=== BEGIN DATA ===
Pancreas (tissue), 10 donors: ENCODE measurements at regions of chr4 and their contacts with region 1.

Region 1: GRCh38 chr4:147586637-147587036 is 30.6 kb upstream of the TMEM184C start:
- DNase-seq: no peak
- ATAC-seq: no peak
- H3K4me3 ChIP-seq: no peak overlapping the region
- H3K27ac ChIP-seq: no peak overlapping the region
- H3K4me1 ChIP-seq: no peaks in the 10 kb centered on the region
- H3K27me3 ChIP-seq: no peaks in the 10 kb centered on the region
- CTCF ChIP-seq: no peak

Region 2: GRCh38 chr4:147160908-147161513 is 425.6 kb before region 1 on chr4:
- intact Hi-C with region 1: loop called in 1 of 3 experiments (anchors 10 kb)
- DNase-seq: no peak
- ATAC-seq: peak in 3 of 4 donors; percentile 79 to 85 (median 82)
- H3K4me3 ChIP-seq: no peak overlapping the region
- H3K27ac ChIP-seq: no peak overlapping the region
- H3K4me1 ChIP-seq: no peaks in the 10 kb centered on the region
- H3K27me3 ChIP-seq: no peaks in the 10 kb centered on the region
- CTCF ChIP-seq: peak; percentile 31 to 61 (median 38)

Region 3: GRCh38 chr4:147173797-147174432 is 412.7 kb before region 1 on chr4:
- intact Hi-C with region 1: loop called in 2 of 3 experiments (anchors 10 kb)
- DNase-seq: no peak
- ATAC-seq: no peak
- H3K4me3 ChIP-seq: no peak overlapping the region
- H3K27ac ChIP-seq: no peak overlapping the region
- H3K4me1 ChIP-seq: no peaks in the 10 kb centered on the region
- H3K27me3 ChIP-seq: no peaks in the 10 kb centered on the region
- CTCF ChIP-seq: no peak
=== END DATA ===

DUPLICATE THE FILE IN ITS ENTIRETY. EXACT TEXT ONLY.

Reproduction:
Pancreas (tissue), 10 donors: ENCODE measurements at regions of chr4 and their contacts with region 1.

Region 1: GRCh38 chr4:147586637-147587036 is 30.6 kb upstream of the TMEM184C start:
- DNase-seq: no peak
- ATAC-seq: no peak
- H3K4me3 ChIP-seq: no peak overlapping the region
- H3K27ac ChIP-seq: no peak overlapping the region
- H3K4me1 ChIP-seq: no peaks in the 10 kb centered on the region
- H3K27me3 ChIP-seq: no peaks in the 10 kb centered on the region
- CTCF ChIP-seq: no peak

Region 2: GRCh38 chr4:147160908-147161513 is 425.6 kb before region 1 on chr4:
- intact Hi-C with region 1: loop called in 1 of 3 experiments (anchors 10 kb)
- DNase-seq: no peak
- ATAC-seq: peak in 3 of 4 donors; percentile 79 to 85 (median 82)
- H3K4me3 ChIP-seq: no peak overlapping the region
- H3K27ac ChIP-seq: no peak overlapping the region
- H3K4me1 ChIP-seq: no peaks in the 10 kb centered on the region
- H3K27me3 ChIP-seq: no peaks in the 10 kb centered on the region
- CTCF ChIP-seq: peak; percentile 31 to 61 (median 38)

Region 3: GRCh38 chr4:147173797-147174432 is 412.7 kb before region 1 on chr4:
- intact Hi-C with region 1: loop called in 2 of 3 experiments (anchors 10 kb)
- DNase-seq: no peak
- ATAC-seq: no peak
- H3K4me3 ChIP-seq: no peak overlapping the region
- H3K27ac ChIP-seq: no peak overlapping the region
- H3K4me1 ChIP-seq: no peaks in the 10 kb centered on the region
- H3K27me3 ChIP-seq: no peaks in the 10 kb centered on the region
- CTCF ChIP-seq: no peak